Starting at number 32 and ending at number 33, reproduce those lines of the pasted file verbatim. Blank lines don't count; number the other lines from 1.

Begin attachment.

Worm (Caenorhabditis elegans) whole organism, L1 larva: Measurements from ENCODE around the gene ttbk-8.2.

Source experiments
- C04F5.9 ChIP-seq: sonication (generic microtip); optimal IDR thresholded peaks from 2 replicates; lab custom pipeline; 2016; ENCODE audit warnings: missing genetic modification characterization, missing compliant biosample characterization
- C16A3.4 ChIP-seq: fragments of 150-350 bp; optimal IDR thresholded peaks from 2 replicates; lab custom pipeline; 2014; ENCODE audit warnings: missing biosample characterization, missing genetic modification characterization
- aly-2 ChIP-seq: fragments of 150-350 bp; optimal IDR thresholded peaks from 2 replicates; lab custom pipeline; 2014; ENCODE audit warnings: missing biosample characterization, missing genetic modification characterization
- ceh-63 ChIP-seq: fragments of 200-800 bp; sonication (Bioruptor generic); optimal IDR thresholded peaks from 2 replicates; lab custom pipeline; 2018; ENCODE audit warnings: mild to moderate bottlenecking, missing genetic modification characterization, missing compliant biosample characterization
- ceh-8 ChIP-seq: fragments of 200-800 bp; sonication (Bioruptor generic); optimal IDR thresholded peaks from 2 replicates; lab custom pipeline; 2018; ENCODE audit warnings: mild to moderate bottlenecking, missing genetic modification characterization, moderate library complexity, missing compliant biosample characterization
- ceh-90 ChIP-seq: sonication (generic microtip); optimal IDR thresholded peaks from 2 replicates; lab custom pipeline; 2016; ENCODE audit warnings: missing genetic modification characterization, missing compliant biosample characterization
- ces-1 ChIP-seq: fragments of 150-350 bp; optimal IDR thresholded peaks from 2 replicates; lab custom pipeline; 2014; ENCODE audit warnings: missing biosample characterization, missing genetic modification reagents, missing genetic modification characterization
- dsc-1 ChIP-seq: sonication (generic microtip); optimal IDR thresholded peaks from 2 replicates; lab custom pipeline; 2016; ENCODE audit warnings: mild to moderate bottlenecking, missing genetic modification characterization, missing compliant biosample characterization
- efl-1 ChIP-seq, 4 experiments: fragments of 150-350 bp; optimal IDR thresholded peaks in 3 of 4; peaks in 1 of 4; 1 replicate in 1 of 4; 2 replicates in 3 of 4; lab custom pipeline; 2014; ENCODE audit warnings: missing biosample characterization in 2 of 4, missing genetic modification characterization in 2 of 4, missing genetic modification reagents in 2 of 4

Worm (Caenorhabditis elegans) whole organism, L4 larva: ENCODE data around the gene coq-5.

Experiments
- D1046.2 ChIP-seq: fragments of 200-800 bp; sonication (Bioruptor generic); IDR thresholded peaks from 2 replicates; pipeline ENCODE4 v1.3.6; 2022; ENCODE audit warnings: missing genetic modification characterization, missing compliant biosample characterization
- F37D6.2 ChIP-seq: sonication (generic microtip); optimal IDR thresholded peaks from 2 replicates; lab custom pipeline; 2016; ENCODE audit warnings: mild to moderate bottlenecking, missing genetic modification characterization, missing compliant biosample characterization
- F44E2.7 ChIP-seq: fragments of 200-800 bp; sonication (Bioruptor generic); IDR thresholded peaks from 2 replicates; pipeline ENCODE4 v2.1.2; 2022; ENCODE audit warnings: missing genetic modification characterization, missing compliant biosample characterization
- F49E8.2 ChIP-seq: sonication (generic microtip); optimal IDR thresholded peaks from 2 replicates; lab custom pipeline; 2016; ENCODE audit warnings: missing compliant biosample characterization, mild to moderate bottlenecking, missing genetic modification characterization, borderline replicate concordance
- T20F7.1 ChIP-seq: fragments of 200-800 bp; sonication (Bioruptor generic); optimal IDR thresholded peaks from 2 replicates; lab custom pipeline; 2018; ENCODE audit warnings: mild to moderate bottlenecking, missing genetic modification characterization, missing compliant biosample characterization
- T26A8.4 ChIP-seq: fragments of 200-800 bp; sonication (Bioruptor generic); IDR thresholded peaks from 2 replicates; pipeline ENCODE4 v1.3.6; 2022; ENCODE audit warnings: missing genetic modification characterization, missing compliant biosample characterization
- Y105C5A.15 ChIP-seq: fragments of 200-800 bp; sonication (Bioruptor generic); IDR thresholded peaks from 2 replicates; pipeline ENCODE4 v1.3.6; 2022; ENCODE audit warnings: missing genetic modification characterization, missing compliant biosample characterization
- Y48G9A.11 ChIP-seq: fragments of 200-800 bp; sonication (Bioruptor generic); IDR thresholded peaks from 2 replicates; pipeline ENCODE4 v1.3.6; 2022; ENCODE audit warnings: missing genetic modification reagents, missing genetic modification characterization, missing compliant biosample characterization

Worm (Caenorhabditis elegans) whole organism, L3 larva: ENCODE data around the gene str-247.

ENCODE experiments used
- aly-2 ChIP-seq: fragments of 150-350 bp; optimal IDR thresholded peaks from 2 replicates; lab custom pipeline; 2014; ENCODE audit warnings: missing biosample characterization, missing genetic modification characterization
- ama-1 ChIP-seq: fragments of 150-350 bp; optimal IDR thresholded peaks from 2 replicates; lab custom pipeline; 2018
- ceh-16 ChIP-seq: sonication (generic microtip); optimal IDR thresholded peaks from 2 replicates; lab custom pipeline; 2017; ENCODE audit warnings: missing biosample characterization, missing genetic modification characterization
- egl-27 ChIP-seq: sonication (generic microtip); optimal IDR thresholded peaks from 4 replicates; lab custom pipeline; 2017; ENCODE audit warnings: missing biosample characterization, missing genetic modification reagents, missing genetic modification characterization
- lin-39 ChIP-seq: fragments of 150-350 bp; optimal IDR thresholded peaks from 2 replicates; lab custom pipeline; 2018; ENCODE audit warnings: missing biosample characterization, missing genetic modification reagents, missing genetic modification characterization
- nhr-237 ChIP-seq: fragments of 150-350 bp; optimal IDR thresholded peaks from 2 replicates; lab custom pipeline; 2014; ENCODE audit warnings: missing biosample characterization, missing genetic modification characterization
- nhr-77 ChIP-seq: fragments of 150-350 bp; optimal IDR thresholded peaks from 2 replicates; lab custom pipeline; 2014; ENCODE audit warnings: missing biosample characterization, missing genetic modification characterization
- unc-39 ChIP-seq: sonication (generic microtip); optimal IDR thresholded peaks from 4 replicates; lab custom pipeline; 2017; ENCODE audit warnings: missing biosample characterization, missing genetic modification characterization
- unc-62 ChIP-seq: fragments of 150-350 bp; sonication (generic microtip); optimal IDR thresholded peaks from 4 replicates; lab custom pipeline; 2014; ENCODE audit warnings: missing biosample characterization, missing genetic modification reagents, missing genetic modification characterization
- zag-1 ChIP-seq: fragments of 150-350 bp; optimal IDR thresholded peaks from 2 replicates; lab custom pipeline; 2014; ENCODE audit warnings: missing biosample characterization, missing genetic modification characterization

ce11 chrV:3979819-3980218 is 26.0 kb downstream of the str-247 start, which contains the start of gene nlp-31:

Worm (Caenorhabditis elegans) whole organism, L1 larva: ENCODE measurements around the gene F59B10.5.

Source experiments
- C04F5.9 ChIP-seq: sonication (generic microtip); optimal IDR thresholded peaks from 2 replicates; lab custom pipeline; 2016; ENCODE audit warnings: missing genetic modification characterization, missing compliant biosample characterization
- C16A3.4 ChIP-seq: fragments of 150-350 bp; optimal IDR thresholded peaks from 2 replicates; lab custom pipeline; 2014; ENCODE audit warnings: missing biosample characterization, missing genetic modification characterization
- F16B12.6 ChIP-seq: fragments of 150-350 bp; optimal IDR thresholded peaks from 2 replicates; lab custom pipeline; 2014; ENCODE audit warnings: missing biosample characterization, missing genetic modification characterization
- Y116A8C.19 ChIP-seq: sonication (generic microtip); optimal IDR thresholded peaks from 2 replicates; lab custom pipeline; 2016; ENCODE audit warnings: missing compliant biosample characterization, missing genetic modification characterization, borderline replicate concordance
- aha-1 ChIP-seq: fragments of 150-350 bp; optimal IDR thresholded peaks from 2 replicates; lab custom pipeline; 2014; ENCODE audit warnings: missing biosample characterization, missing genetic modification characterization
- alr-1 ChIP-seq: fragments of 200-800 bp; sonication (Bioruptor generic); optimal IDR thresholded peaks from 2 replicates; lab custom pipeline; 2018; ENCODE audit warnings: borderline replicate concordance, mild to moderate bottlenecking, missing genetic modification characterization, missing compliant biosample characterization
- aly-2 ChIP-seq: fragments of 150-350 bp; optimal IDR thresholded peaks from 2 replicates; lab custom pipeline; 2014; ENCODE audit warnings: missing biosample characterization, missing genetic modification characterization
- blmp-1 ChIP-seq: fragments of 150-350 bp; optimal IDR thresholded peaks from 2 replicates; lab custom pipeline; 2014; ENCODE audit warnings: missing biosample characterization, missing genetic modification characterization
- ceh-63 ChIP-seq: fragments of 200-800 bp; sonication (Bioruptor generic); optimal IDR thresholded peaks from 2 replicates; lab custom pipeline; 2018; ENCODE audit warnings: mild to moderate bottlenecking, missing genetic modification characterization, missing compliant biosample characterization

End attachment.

- unc-62 ChIP-seq: fragments of 150-350 bp; sonication (generic microtip); optimal IDR thresholded peaks from 4 replicates; lab custom pipeline; 2014; ENCODE audit warnings: missing biosample characterization, missing genetic modification reagents, missing genetic modification characterization
- zag-1 ChIP-seq: fragments of 150-350 bp; optimal IDR thresholded peaks from 2 replicates; lab custom pipeline; 2014; ENCODE audit warnings: missing biosample characterization, missing genetic modification characterization